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Dry hops, floating and sinking

What makes dry hops float on the surface,
And why do they sink if you get the beer cold?
If whole hops sink cold, will they surface if the beer warms back up?

Couldn’t find the answers from searching,
So if anybodys bored and wants to take a crack at it, I’d appreciate it.

Usually the temperature affects how the yeast produce and replicate. When the beer is cold, the yeast will go to sleep into a dormant stage.

Wide temperature swings are not good for yeast, so it isn’t recommended to have a temp range of more than 5 degrees.

People sometimes do a Diactecyl rest by bringing the beer up to room temperature to cause the yeast to clean up any off-flavors from fermentation.

Then,people common “cold crash” their beer when the fermentation is done to cause the yeast to drop to the bottom. Usually bringing the temp of the beer to 40 degrees (unsure how low people go) for a day or two will cause the yeast to go dormant.

Don’t want to get too crazy here but hops float because they either have gas trapped in them or gas bubbles are attached to them. I dry hop all of my beers during a 50F conditioning period…and they float…for a while…or for the duration…it just depends on how much gas gets attached/stays within them. I really don’t believe temperature plays a role at all…please correct me if I’m wrong because I’d love to have my hop sock sink more often.

Yeah I’m just curious, know the how part, but not the why.
Loose pellets always sank for me given enough time regardless of temperature.
This is the first time I’ve dryhopped with cones, and they floated which is consistent with what everyone says about cone hopping. Just rack from under the “raft”.
Some say you can crash it and get them to the bottom, some say you can’t.
After a week at 60* with the raft, I stuck it on the cold porch and probably have half the cones on the bottom already. I think they’ll all be on the bottom by Sunday.
Limited scientifical smarts tells me that colder = denser and like you say, gas or oxygen is holding them afloat.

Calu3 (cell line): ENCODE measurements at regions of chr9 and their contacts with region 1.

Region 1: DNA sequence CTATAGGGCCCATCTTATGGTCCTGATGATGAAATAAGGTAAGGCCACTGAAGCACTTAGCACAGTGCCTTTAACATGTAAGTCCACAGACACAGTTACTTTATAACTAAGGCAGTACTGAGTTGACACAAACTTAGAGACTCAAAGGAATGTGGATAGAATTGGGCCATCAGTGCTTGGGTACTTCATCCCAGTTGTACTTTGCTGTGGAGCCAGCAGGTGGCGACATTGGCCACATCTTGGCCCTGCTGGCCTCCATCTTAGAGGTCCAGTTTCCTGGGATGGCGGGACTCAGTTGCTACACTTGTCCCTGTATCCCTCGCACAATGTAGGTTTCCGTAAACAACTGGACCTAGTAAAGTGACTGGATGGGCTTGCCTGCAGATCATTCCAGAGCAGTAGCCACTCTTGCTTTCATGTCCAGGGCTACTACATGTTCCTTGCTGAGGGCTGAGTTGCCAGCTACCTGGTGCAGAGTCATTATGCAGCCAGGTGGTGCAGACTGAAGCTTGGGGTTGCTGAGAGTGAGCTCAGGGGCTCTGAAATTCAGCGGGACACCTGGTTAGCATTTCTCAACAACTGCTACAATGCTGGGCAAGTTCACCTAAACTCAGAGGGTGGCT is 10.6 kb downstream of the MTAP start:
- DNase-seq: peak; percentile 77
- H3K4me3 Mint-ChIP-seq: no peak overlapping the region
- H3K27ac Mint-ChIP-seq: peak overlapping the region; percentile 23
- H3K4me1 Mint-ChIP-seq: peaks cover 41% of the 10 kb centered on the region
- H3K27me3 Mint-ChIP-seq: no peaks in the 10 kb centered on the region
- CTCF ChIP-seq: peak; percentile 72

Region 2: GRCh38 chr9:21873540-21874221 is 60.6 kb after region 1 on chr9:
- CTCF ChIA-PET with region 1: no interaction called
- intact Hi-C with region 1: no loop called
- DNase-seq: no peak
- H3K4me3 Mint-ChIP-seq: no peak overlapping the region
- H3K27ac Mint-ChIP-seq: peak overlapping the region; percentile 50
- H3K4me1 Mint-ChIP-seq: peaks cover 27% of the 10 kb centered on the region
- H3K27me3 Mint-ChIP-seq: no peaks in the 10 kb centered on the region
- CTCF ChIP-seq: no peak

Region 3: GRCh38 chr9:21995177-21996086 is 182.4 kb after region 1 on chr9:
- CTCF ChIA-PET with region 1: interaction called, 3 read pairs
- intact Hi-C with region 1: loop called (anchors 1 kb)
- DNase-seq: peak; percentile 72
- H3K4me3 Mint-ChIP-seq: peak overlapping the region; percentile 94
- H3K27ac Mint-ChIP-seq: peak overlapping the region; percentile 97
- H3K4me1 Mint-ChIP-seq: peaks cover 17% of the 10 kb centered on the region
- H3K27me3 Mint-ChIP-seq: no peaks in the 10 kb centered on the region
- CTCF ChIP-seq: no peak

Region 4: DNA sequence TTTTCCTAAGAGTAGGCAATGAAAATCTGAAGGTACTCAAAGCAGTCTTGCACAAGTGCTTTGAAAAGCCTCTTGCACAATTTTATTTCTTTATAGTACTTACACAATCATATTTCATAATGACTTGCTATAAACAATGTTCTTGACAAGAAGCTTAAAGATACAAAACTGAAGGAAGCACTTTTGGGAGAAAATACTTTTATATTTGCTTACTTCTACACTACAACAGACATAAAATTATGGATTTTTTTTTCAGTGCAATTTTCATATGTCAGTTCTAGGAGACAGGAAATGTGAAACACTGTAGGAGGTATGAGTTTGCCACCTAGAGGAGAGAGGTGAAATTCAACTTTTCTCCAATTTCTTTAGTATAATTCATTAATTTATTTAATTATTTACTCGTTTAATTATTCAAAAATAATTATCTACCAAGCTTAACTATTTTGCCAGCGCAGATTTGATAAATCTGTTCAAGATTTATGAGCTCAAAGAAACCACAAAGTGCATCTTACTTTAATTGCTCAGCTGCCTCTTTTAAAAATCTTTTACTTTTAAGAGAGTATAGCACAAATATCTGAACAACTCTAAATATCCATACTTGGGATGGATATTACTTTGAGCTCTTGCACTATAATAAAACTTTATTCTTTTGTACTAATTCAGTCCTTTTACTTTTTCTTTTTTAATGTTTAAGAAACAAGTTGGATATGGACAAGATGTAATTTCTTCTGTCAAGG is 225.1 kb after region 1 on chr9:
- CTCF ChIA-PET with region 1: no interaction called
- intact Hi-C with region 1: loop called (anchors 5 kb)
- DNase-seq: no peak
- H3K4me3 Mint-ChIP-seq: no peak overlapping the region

Some claim that cones will raft forever regardless of temperature.
Seems like cold dense beer would actually help the raft float.
So what changes in the beer or the hops when you cold crash?
Is cold beer able to absorb the oxygen out of the cones that warm beer is unable to?

Cold-crashing definitely drops the hops, probably from a combination of the denser beer and the CO2 going into solution so the bubbles that are bouying the hops disappear. I’d guess that anyone saying that cold-crashing doesn’t work is simply not getting their beer into the <35F range.

Thanks guys. :cheers:

Where’s Denny when we are looking for Supreme Clarification on the issue…

[quote=“learningmore”]Usually the temperature affects how the yeast produce and replicate. When the beer is cold, the yeast will go to sleep into a dormant stage.

Wide temperature swings are not good for yeast, so it isn’t recommended to have a temp range of more than 5 degrees.

People sometimes do a Diactecyl rest by bringing the beer up to room temperature to cause the yeast to clean up any off-flavors from fermentation.

Then,people common “cold crash” their beer when the fermentation is done to cause the yeast to drop to the bottom. Usually bringing the temp of the beer to 40 degrees (unsure how low people go) for a day or two will cause the yeast to go dormant.[/quote]This is true but the OP was asking about hops, not yeast.

[quote=“Scott Miller”]What makes dry hops float on the surface,
And why do they sink if you get the beer cold?[/quote]

Have you ever dry hopped and kept the beer the same temp for a while? I think you’ll find that the hops sink over time, no matter what the temp is. When I chill my wort, it’s pretty hot when starting out and all the hops are on the bottom of the kettle, not on top. When boiling, all gases are released from the cones and that’s why they sink. And they are also saturated with beer.
When you initially dry hop, there is still plenty of gas trapped in the cones and give it time, they’ll sink even if the beer is warm.

Yep, hops sink with time no matter the temperature.

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